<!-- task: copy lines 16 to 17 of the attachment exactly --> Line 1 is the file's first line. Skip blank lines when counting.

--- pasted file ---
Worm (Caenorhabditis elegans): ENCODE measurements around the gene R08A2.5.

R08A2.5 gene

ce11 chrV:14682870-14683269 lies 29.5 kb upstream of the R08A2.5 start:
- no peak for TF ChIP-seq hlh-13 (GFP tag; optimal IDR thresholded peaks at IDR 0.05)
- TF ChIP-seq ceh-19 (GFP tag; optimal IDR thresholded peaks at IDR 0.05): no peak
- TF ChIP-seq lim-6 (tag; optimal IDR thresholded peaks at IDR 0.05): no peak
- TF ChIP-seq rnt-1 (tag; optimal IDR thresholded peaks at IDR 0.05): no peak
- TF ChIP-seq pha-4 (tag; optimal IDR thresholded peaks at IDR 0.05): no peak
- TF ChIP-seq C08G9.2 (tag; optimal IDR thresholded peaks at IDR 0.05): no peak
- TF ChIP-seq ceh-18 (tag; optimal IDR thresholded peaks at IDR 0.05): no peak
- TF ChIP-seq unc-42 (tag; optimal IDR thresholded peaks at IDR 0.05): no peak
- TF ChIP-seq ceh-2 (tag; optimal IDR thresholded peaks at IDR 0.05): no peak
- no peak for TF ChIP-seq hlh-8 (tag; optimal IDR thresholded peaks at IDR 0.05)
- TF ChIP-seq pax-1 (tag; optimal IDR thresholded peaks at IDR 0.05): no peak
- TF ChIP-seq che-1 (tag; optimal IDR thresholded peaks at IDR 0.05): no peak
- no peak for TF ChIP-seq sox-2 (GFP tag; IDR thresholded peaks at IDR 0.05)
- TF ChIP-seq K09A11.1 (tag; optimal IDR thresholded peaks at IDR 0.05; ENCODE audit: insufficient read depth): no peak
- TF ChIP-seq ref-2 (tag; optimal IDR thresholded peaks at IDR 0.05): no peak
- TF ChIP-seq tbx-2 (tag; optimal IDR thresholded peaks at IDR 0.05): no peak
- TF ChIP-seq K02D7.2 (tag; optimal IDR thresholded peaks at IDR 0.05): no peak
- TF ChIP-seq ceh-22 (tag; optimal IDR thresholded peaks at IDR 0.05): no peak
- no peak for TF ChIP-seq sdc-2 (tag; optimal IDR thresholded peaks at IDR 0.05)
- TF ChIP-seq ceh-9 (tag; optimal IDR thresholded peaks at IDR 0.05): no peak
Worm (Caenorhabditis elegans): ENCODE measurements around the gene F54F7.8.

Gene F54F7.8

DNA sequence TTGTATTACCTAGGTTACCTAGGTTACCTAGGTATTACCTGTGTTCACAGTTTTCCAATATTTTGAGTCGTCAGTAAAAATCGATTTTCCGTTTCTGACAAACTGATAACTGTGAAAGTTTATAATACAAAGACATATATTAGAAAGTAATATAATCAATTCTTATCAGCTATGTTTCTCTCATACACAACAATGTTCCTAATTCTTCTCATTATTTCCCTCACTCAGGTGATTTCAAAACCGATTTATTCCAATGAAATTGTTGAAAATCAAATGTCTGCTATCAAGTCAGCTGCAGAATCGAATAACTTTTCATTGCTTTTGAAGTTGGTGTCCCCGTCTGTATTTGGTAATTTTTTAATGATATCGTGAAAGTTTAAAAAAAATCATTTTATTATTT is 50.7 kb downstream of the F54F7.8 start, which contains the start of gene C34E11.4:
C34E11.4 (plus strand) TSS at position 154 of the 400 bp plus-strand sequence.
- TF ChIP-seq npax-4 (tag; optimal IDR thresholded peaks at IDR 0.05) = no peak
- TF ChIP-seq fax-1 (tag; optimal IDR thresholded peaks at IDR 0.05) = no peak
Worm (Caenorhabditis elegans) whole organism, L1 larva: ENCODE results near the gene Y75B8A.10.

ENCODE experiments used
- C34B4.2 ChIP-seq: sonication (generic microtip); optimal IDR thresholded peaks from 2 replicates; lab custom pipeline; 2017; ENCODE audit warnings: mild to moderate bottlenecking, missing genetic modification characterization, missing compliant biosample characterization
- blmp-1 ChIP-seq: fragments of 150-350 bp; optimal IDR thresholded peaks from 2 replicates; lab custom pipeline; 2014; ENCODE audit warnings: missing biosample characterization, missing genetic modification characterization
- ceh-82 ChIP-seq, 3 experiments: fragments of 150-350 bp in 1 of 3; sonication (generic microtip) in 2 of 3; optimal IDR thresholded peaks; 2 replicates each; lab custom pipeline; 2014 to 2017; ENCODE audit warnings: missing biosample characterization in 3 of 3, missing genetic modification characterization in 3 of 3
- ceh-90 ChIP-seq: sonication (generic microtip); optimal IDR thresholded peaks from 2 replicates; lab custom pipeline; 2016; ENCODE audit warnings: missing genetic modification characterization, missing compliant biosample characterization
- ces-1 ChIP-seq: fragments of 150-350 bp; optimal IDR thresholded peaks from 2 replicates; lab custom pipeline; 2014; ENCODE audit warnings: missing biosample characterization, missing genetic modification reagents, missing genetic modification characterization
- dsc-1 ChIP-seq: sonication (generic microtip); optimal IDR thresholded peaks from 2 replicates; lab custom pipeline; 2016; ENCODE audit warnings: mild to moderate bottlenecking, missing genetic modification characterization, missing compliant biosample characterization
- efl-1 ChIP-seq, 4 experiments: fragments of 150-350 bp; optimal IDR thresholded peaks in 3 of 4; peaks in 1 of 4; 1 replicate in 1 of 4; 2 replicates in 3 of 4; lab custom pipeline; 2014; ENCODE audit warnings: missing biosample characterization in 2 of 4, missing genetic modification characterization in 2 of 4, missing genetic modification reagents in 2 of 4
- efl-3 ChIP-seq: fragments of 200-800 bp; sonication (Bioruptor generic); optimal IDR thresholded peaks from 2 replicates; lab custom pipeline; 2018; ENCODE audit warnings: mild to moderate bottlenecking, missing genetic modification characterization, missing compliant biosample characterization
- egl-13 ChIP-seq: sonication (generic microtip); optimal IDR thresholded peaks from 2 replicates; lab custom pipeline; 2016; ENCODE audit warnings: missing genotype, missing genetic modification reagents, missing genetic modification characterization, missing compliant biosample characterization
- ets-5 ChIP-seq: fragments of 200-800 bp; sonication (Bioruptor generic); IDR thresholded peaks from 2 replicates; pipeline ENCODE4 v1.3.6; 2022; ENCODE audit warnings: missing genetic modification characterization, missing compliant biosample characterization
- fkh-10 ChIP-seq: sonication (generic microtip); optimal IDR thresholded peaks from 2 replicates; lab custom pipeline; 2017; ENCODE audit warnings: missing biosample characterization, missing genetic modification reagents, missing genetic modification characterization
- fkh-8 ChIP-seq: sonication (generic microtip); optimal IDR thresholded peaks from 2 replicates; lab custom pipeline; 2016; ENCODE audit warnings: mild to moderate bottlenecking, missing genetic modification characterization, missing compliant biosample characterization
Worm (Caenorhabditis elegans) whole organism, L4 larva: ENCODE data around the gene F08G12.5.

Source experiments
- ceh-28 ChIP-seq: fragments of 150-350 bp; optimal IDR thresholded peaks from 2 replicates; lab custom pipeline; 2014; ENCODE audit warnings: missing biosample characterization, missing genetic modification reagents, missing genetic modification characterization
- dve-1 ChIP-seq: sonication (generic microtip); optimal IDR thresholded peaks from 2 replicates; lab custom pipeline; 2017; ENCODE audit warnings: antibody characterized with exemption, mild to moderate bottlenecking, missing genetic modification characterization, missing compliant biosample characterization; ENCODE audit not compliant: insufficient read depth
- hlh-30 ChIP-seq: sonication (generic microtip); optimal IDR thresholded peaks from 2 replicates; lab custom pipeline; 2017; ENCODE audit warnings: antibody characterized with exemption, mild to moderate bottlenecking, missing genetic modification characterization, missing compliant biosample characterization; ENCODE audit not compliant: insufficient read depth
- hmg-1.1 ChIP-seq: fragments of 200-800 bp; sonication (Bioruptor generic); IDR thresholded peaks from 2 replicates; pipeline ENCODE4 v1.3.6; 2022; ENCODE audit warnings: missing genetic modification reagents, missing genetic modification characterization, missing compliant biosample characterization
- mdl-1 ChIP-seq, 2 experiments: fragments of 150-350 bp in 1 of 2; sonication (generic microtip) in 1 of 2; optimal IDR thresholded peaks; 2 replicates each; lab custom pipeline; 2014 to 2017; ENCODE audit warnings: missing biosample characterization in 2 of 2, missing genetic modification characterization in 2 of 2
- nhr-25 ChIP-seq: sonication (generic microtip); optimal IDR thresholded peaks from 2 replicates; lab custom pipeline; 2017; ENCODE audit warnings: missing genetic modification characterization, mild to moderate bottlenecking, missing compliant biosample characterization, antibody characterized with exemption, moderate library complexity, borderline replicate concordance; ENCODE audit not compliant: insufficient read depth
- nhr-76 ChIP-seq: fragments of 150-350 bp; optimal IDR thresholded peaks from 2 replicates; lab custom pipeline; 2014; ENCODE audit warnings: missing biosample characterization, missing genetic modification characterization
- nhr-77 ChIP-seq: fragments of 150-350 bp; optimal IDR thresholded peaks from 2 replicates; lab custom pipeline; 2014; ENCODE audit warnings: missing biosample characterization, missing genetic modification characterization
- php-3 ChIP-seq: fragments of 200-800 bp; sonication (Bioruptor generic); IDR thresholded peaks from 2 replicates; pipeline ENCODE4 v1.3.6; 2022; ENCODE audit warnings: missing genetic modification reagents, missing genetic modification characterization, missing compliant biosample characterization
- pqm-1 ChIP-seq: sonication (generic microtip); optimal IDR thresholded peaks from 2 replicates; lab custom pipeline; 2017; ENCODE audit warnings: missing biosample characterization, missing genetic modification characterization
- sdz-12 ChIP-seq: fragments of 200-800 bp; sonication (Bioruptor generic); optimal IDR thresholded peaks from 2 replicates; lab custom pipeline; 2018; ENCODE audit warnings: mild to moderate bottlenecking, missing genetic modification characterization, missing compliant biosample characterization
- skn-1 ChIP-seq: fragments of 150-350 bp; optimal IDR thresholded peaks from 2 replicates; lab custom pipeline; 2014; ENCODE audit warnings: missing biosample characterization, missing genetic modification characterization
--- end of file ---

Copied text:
- no peak for TF ChIP-seq sox-2 (GFP tag; IDR thresholded peaks at IDR 0.05)
- TF ChIP-seq K09A11.1 (tag; optimal IDR thresholded peaks at IDR 0.05; ENCODE audit: insufficient read depth): no peak